Catalogue


Writing the English Republic : poetry, rhetoric, and politics, 1627-1660 /
David Norbrook.
edition
1st paperback ed.
imprint
Cambridge ; New York : Cambridge University Press, 2000.
description
xiii, 509 p. : ill. ; 24 cm.
ISBN
0521785693 (paperback)
format(s)
Book
Holdings
More Details
imprint
Cambridge ; New York : Cambridge University Press, 2000.
isbn
0521785693 (paperback)
catalogue key
4619932
 
Includes bibliographical references and index.
A Look Inside
Full Text Reviews
Appeared in Choice on 1999-09:
In this excellent history of literature and ideas, Norbrook (Univ. of Maryland, College Park) argues that "English republican imagination had deep roots in the humanist literary culture, and was far from being crushed by the Restoration of 1660"; other republican writers besides John Milton and Andrew Marvell merit scholarly attention in their efforts to "re-imagine English literary culture without Kingship." The author wants to remove Milton and Marvell "from their timeless pantheon" and view their works as engagements with an ongoing process. His discussion begins with Thomas May's translation Lucan's Pharsalia (1627), bringing it together with Paradise Lost (considered by many in part a product of Milton's despair at the Restoration). Norbrook suggests that court poetry and republicanism overlap and gives a prominent role to Edmund Waller ("a figure who occupied an awkward position at their margins and [who] thus incurred the wrath of both sides"). The author also discusses George Wither, Sir John Denham, Payne Fisher, John Hall, Sir William Davenant, Abraham Cowley, Oliver Cromwell, Henry Martin, Marchamont Nedham, and James Harrington, but he always comes back to Milton and Marvel's observations and reactions to the ideas of their contemporaries. Impressive--and in many ways important--this book is tough going but highly recommended for graduate students and faculty. A. F. Erlebach; Michigan Technological University
Reviews
Review Quotes
"Writing the English Republic should convince any remaining skeptics that republicanism indeed has an early and important presence in seventeenth-century England. Magisterial, wide-ranging, and often brilliant, Writing the English Republic boldly rewrites the history of seventeenth-century English culture. The book should be of considerable interest and value to all scholars of the early modern period." Renaissance Quarterly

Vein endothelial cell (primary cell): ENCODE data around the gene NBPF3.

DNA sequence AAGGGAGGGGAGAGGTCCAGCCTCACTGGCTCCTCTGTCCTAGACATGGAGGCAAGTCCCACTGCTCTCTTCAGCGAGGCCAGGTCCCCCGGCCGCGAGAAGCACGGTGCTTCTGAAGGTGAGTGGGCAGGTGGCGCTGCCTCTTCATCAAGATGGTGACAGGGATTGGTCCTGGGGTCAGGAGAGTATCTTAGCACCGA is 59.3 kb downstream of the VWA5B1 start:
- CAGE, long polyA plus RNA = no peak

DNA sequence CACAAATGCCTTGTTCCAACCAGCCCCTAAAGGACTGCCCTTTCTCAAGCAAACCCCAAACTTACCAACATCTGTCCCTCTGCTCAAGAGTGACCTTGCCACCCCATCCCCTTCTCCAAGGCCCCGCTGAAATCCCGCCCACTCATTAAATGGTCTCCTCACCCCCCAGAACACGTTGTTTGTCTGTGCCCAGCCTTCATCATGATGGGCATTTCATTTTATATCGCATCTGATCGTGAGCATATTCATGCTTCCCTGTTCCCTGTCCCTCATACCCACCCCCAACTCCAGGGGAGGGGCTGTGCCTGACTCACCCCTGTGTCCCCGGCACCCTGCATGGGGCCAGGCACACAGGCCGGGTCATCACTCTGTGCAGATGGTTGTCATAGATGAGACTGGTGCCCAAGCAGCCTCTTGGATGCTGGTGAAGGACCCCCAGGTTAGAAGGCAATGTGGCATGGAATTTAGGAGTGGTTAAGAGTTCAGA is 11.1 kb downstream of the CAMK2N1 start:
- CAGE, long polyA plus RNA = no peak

'[A] fine and important book ... I suspect that Writing the English Republic will have as large and lasting an impact as any previous or readily foreseeable study of the relationship between literature and politics in seventeenth-century England. [Norbrook] writes in an attractively exploratory spirit which resists dogmatism and the sealing of argument.' Blair Worden, The Times Literary Supplement
'[A] fine and important book ... I suspect that Writing the English Republic will have as large and lasting an impact as any previous or readily foreseeable study of the relationship between literature and politics in seventeenth-century England. [Norbrook] writes in an attractively exploratory spirit which resists dogmatism and the sealing of argument.'Blair Worden, The Times Literary Supplement
'The case for the republican conscience resounds most eloquently in the impressive coda to this book … By paying proper attention to poets and historians, Norbrook is able to show that republicanism's roots went deep into the political culture of the 1640s, and even earlier … But the pay-off for historians stems above all from Norbrook's decision to produce a theme-driven argument instead of a general survey. This has led him to dig deep into the textual remains of the Revolution, rather than content himself with the familiar surface structures.' London Review of Books